Listen to the Morgan: Playlists from the Music Collections

These playlists open the Morgan’s music collections to your ears. The one rule is that every track is a piece of music that we hold, in physical form, in the Morgan’s vault—either a unique manuscript or a rare print edition. With thousands of scores both handwritten and printed, spanning six centuries of musical creativity, the Morgan’s collections offer plenty of playlist possibilities.

New playlists will be added in the future, so please check back.

We invite you to explore the music collections at the Morgan. Search our online collection catalog or browse a list of highlights (PDF).

Famous and Lovely Music from the Morgan’s Collections

This playlist offers a sampling of highlights from the vast riches held in the music collections at the Morgan Library & Museum. Browse highlights of our music holdings here (PDF).

Giovanni Pierluigi da Palestrina, Pope Marcellus Mass. First printing, 1567. James Fuld Collection.

Gustav Mahler, Adagietto from the Fifth Symphony. Composer’s manuscript, 1903. Mary Flagler Cary Collection.

Great American Songs in the James Fuld Collection

You know the Morgan for our classical music, but do you know our superb collection of classic popular songs? The James Fuld Collection at the Morgan is one of the world’s largest repositories of first-edition printed scores, from the earliest printings of Three Blind Mice (1609) and Silent Night (1832) to rare editions of music by composers from Palestrina to Beethoven to Ives. Mr. Fuld’s collection contains many well-known classical and popular melodies, which he compiled in his wonderful Book of World-Famous Music.

This playlist gathers classic tunes in the James Fuld collection written by American composers between 1850 and 1950, featuring the likes of W.C. Handy, Harold Arlen, and Mildred J. Hill (never heard of her? I guarantee you know one of her songs by heart). A nice thing about popular songs is their huge variety of different arrangements in widely contrasting styles. That’s how this playlist manages to include not only glorious mid-twentieth century voices like Etta James, Judy Garland, and Nina Simone, but also the more recent renditions by Michael Jackson and... Bill Murray (yes, Bill Murray).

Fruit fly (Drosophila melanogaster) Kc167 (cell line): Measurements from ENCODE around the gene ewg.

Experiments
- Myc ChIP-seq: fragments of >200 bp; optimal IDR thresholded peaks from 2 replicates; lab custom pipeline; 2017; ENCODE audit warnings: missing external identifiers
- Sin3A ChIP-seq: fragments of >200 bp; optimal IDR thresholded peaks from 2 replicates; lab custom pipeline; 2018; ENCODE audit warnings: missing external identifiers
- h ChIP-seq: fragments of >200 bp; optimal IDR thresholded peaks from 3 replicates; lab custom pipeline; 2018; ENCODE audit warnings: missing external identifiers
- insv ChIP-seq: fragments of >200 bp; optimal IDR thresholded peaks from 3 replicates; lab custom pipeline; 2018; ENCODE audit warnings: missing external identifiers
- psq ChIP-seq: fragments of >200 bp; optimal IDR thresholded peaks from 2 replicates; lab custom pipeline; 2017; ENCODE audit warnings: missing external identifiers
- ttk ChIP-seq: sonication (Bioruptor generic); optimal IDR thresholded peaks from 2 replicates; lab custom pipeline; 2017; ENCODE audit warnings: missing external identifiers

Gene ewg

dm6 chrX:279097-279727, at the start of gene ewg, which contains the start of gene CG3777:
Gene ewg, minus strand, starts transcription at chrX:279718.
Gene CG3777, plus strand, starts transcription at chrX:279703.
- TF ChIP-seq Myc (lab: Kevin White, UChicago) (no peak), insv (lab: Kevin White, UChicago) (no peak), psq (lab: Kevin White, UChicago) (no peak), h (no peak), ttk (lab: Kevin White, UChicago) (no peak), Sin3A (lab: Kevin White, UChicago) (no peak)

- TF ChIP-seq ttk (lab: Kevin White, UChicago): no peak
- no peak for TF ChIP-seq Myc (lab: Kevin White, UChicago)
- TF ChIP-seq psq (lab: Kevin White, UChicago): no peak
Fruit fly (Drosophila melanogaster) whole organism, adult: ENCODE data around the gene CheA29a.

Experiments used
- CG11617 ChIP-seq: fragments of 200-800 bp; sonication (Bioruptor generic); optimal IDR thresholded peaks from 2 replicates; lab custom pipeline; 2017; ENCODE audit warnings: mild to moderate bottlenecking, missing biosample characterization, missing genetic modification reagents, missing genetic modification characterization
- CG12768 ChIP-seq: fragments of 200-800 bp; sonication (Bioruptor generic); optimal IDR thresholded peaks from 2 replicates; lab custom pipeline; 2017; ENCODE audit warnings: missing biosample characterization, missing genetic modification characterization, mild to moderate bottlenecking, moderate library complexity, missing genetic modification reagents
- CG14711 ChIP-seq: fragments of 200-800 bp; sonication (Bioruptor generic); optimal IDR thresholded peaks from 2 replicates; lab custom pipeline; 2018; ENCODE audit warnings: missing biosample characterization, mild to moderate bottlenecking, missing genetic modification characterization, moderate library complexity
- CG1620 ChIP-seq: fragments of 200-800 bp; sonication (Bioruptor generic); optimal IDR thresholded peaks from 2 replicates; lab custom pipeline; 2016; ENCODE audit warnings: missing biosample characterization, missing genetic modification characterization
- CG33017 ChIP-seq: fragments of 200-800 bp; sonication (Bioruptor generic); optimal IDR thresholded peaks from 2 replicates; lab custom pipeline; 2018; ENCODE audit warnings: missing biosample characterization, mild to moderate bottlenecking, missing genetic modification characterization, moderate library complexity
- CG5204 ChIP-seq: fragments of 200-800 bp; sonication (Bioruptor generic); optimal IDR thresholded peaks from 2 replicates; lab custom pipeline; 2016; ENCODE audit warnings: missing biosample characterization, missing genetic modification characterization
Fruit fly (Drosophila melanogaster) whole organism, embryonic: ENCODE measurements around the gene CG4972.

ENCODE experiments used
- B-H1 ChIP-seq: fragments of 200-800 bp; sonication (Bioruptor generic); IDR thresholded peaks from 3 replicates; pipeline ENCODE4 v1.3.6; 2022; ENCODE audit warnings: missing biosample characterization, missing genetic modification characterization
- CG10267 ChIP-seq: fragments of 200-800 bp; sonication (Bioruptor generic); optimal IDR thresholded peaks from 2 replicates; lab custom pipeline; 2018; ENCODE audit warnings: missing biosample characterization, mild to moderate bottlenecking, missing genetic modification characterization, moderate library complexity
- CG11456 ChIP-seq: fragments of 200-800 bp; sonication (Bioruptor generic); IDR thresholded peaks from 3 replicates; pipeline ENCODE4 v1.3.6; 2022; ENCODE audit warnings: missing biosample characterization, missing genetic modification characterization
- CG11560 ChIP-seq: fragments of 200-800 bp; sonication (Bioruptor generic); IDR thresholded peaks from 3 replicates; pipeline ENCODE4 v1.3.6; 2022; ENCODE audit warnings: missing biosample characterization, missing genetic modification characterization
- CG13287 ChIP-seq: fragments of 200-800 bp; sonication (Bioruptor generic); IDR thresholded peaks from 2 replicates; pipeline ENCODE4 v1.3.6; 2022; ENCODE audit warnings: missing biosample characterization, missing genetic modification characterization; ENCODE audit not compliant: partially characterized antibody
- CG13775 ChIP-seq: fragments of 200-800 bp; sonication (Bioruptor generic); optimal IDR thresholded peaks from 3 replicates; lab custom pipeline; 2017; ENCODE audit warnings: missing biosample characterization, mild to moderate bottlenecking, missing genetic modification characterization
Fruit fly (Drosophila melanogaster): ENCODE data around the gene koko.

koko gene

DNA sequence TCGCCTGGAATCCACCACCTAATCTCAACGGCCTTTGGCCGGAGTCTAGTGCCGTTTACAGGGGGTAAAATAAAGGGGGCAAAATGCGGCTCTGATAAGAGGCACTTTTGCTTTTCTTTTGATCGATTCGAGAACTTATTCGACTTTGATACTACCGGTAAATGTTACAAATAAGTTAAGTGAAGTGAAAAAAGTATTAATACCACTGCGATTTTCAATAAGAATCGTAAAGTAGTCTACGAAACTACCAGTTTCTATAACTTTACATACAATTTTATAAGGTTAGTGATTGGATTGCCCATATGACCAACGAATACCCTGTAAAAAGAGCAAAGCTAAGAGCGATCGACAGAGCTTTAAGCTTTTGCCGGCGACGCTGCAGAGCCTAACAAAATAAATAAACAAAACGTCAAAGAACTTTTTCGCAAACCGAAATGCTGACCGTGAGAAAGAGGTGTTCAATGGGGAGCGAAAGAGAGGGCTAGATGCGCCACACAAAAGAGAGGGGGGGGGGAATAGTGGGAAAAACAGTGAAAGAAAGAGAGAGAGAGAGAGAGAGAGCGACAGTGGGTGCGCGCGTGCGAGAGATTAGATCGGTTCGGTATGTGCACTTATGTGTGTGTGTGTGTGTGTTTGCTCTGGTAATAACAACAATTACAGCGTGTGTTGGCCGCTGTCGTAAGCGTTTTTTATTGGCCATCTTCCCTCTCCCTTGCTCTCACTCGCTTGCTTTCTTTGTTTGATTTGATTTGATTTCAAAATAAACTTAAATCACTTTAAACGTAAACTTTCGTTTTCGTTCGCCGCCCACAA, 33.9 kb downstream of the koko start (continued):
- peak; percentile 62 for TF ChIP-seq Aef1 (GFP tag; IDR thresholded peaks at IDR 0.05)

The flip side of that variety of versions is that Spotify credits the performer most clearly in the track listing, often failing to mention the composer. So we’ll list the composers here, each with the relevant rare edition in the Morgan’s James Fuld collection (plus one manuscript in the Mary Flagler Cary collection). Lyrics are by the composer unless otherwise noted.

Track 1 Get happy by Harold Arlen (1905–1986), words by Ted Koehler.
Possible first edition, inscribed by the composer to James Fuld. New York: Remick Music Corp., c1930.
Track 2 Summertime by George Gershwin (1898–1937), words by Du Bose Heyward.
First edition. New York: Chappell & Co., Inc., c1935.
Track 3 Begin the beguine by Cole Porter (1891–1964).
Possible first edition, signed by the composer. New York: Harms Inc., c1935.
Track 4 Over the rainbow by Harold Arlen (1905–1986), words by E. Y. Harburg.
Probable first edition. New York: Leo Feist, Inc., c1939.
Track 5 In the evening by the moonlight by James A. Bland (1854–1911).
New York: Hitchcock Pub. Co., c1880.
Track 6 (When your heart's on fire) Smoke gets in your eyes by Jerome Kern (1885–1945), words by Otto Harbach.
First edition. New York: T.B. Harms Co., c1933.